Journalists like to keep their work secret, then make a big splash when they publish.
Of course, those big splashes are rare. Mostly we’re covering routine or well-known news, which there’s no reason to keep secret. Perhaps we’d make a splash — even a little one — more often if we were more open with the public, inviting people more openly to tip us to or contribute to potentially big stories.
Several Journal Register Co. newsrooms have recently started publishing their daily news budgets, inviting the public to contribute to the stories they are working on.
It’s a simple step that doesn’t take a lot of work. Most newsrooms keep a news budget for internal purposes anyway. It doesn’t take a lot of editing to prepare that for public consumption. If your internal budget has some unconfirmed information you are checking out, you’ll need to reword (and invite the public to help you). If you have some newsroom smart asses who are flippant in their budget lines, you will need to rein them in. (At the Des Moines Register in the 1980s, when budgets were prepared on hard copy, I was scolded by the executive editor for a budget line on an Iowa caucus campaign story that said simply that the candidate was “still running for president.”)
Sometimes you will decide that you shouldn’t include a story that you’re working on. If you are investigating allegations of wrongdoing, you will need to word the budget lines carefully, or possibly exclude such a story. Sometimes you might want to avoid tipping the competition about a story (though most journalists worry about competition more than they should). In such cases, you should at least consider a general budget line that invites community contributions without giving away the competitive details.
Your budget should focus on what your staff is working on that day, not simply a preview of the next day’s newspaper. Link to breaking stories that are already unfolding elsewhere online. Tell which events you’ll be liveblogging and/or live tweeting later in the day. Each budget line should include a question for the community or an invitation to contribute in some way (with links, hashtags and/or contact information).
I wish I had some stories to tell of how this open sharing of what we’re working on has produced dramatic results. But we haven’t been doing it long. And many community engagement steps yield modest results by themselves. It’s the accumulation of the many steps, and the resulting change in culture, that can be dramatic.
Still, the early results are encouraging. As Editor Nancy March reported from the Mercury in Pottstown, Pa.:
Reaction has included positive comments on website, a few emails, mostly from people who know us; best result was a call to Phil Ellingsworth from a neighbor of Pennhurst haunted attraction who said he would like to offer his perspective on living near the site for our story.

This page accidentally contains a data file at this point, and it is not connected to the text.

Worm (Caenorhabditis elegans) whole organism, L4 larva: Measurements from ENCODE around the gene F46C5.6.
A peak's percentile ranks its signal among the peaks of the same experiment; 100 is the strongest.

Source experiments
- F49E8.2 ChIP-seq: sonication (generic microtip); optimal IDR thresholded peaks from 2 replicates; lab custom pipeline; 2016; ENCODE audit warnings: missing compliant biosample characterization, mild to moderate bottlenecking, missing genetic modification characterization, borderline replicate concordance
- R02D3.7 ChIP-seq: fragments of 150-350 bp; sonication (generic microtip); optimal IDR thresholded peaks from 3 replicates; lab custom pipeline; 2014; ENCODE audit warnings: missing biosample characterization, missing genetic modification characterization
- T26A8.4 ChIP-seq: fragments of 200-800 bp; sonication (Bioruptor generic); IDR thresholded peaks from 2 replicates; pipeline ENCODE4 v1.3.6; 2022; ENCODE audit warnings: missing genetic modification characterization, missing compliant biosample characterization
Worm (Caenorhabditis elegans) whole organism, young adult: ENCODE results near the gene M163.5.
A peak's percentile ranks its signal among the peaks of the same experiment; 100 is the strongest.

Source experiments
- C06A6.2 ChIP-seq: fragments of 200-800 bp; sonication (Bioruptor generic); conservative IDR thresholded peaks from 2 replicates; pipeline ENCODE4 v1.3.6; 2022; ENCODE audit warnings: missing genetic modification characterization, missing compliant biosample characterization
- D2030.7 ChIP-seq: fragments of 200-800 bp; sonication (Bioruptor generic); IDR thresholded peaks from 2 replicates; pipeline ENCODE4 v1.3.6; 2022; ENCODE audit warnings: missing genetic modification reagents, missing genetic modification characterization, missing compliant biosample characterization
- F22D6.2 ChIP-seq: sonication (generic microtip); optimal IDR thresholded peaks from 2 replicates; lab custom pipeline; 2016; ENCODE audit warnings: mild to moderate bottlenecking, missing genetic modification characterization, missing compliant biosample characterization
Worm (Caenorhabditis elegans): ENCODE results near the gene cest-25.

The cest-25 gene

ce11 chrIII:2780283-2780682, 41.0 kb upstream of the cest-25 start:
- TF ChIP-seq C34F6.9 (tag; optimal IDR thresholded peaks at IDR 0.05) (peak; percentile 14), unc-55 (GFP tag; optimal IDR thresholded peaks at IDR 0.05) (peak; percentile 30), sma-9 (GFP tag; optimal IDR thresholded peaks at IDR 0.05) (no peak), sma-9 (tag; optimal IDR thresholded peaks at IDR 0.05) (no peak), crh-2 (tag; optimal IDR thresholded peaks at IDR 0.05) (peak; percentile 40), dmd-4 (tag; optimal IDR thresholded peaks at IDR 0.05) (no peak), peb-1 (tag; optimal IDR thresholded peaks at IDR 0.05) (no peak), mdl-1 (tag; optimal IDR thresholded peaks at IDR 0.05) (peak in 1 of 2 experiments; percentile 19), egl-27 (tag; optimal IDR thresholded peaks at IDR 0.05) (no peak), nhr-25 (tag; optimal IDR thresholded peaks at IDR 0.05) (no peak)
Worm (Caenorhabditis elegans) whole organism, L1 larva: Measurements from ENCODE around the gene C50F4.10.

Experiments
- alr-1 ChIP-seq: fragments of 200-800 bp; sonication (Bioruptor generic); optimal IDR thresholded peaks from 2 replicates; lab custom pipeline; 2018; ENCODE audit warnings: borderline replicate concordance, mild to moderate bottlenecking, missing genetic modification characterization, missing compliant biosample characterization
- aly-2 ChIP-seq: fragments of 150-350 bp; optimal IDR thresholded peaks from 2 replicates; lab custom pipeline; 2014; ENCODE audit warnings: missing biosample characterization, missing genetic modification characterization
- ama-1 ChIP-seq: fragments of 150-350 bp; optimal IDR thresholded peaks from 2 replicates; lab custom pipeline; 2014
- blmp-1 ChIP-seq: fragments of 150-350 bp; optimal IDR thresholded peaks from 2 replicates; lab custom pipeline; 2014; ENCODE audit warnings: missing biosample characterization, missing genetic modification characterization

I should note our reporters are in the habit of telling readers on Facebook what we’re working on, so this doesn’t feel that different to us. Just makes it more public to broader audience.
And it makes the statement that we are transparent.
The list below was updated Oct. 26, with most JRC daily newsrooms sharing budgets with the community (and seeking their input):
- Daily Freeman in Kingston, N.Y.
- Daily Local News in West Chester, Pa. (Editor Andy Hachadorian started the practice, in conjunction with last week’s opening of the Community Media Room.)
- Daily Times, Delaware County, Pa.
- Macomb Daily, Mt. Clemens, Mich. Editor Richard Kelley reports: “Feedback is minimal so far. I think if we keep Tweeting and Facebooking we’ll get more response once people realize it’s going to be there every day.”
- Mercury, Pottstown, Pa.
- New Haven Register, New Haven, Conn.
- News-Herald, Willoughby, Ohio
- Oakland Press, Pontiac, Mich.
- Reporter, Lansdale, Pa.
- Times Herald, Norristown, Pa.
Newsroom accounts and editors from their personal accounts call attention to the budgets on Twitter, inviting public suggestions and contributions:
I also like what the Indianapolis Star is doing, encouraging staff members to tweet what they are working on, using the #myassignment hashtag. I’m emailing Editor Dennis Ryerson (my old boss at the Des Moines Register 11 years ago) to see if he or a staff member can fill me in on how that’s working for them.
Is your newsroom sharing the daily news budget? Or using a hashtag or doing something else routinely to tell the community what you’re working on (and invite contributions)? How’s that working for you?
Update: Thanks to Elaine Clisham for pointing out on Google+ that the Guardian is sharing its news budgets.
Update: Phil Heron, editor of The Times in Delaware County, used his print column to call readers’ attention to the online daily budgets.